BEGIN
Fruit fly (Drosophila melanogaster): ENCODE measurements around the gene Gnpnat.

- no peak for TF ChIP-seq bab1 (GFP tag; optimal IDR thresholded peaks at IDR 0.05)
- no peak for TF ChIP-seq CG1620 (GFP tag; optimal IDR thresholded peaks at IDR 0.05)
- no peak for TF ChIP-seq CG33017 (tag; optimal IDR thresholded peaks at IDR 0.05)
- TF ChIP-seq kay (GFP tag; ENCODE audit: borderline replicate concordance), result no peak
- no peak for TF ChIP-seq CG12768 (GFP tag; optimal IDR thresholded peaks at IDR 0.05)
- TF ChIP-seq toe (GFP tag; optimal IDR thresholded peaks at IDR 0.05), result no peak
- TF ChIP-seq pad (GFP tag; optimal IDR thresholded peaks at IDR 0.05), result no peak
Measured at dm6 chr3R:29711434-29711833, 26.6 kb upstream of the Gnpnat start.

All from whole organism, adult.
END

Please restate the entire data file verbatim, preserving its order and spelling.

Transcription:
Fruit fly (Drosophila melanogaster): ENCODE measurements around the gene Gnpnat.

- no peak for TF ChIP-seq bab1 (GFP tag; optimal IDR thresholded peaks at IDR 0.05)
- no peak for TF ChIP-seq CG1620 (GFP tag; optimal IDR thresholded peaks at IDR 0.05)
- no peak for TF ChIP-seq CG33017 (tag; optimal IDR thresholded peaks at IDR 0.05)
- TF ChIP-seq kay (GFP tag; ENCODE audit: borderline replicate concordance), result no peak
- no peak for TF ChIP-seq CG12768 (GFP tag; optimal IDR thresholded peaks at IDR 0.05)
- TF ChIP-seq toe (GFP tag; optimal IDR thresholded peaks at IDR 0.05), result no peak
- TF ChIP-seq pad (GFP tag; optimal IDR thresholded peaks at IDR 0.05), result no peak
Measured at dm6 chr3R:29711434-29711833, 26.6 kb upstream of the Gnpnat start.

All from whole organism, adult.